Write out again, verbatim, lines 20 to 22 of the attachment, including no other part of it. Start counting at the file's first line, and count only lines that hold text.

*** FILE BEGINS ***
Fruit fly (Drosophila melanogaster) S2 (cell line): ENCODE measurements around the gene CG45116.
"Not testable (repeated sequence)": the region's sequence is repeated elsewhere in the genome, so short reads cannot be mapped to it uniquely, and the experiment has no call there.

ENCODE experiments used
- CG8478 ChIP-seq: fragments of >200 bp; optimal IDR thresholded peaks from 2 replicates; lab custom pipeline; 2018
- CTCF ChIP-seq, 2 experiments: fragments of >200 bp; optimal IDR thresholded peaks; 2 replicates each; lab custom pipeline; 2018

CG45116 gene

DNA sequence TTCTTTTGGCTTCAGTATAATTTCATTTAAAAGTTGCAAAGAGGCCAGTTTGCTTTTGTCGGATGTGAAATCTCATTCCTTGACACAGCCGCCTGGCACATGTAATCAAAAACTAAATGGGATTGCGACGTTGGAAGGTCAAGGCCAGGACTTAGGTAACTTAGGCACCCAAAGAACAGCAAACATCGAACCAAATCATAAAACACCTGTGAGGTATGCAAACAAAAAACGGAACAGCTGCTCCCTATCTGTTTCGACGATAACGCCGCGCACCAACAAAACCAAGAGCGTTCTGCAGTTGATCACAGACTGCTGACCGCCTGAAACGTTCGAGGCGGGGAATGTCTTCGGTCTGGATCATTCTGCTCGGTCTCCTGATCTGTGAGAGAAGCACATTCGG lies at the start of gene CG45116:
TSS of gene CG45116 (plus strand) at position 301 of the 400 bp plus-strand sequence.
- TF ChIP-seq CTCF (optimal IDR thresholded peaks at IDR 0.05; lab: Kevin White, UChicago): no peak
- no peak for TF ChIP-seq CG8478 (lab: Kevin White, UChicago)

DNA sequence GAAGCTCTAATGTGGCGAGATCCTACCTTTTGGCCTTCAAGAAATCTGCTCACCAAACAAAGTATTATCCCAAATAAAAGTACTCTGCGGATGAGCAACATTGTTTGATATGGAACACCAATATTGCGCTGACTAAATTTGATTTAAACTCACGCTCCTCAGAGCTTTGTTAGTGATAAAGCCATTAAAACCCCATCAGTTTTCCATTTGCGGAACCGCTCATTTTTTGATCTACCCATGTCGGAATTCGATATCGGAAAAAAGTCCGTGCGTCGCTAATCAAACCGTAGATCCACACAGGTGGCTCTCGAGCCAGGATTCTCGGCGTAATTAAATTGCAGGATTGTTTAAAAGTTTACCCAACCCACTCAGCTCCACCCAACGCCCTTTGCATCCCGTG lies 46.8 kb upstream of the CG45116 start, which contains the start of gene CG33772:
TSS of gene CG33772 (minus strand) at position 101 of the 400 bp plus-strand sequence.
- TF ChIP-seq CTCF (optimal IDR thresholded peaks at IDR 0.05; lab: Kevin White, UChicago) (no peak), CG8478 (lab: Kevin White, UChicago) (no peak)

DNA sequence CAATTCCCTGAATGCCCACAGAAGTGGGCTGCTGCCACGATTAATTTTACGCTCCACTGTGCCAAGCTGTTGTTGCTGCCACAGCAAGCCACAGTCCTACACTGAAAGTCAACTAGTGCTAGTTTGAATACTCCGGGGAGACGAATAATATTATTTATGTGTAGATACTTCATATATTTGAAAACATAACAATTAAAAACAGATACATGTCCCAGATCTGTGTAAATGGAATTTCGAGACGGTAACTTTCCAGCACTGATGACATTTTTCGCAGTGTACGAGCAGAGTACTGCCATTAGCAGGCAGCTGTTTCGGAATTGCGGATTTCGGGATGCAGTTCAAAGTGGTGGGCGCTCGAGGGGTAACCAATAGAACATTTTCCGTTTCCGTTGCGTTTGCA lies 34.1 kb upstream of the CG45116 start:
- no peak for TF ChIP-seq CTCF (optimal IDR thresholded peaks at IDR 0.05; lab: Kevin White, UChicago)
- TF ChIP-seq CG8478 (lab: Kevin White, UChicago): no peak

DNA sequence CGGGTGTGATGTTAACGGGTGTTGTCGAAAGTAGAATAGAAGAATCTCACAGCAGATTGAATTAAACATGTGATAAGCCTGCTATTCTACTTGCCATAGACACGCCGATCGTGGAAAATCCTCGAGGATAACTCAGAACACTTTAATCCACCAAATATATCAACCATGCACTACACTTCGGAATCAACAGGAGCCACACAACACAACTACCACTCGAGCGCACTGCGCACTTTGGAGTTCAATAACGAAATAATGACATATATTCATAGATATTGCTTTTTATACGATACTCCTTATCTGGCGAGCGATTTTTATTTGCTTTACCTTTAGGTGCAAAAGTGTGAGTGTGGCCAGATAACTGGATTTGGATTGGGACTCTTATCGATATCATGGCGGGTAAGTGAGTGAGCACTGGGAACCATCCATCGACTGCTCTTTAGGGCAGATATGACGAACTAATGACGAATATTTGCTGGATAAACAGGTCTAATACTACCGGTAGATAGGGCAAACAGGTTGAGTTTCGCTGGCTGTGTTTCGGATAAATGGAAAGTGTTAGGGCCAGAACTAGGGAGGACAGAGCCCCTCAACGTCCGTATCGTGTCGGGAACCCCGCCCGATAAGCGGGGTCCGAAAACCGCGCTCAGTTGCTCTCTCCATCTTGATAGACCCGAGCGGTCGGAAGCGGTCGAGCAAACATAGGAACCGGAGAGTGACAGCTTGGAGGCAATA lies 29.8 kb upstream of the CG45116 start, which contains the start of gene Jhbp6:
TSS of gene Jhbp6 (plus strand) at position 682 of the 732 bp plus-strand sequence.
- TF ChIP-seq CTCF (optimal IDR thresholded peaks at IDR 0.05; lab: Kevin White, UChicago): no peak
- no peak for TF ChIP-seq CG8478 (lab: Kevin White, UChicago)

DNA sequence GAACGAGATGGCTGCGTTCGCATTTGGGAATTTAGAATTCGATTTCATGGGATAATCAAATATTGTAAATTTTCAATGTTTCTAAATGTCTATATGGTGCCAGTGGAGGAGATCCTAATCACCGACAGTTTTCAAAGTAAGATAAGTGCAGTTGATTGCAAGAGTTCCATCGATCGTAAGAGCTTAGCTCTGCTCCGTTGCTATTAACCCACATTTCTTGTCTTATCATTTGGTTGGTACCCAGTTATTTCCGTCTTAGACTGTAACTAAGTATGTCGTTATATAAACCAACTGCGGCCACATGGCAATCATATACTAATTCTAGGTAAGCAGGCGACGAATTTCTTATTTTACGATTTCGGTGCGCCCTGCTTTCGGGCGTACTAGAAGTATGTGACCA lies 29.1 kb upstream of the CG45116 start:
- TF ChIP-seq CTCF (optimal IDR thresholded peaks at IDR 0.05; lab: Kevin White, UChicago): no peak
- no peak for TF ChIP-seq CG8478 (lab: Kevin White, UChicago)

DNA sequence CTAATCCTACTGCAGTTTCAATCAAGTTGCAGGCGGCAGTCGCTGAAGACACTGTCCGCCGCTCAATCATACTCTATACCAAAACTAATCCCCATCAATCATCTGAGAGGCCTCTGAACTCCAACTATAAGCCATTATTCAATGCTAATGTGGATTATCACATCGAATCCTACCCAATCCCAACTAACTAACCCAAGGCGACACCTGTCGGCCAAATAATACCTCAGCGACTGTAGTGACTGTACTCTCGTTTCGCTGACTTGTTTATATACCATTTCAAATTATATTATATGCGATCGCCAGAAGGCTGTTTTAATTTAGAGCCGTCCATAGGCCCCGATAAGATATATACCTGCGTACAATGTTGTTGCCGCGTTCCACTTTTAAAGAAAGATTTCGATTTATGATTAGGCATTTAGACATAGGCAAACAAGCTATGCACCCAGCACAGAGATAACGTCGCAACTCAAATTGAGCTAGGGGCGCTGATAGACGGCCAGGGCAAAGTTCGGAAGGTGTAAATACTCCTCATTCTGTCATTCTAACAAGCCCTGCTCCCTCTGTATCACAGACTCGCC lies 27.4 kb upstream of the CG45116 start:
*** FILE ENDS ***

- no peak for TF ChIP-seq CG8478 (lab: Kevin White, UChicago)

DNA sequence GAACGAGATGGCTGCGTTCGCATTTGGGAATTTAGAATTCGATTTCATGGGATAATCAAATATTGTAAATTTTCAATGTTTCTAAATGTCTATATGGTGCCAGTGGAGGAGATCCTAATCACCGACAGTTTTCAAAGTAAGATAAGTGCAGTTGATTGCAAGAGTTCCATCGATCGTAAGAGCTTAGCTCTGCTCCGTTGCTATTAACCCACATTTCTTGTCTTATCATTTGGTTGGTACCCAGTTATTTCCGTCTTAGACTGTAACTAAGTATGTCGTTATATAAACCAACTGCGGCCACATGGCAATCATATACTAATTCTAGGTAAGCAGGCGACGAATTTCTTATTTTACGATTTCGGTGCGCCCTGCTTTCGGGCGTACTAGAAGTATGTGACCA lies 29.1 kb upstream of the CG45116 start:
- TF ChIP-seq CTCF (optimal IDR thresholded peaks at IDR 0.05; lab: Kevin White, UChicago): no peak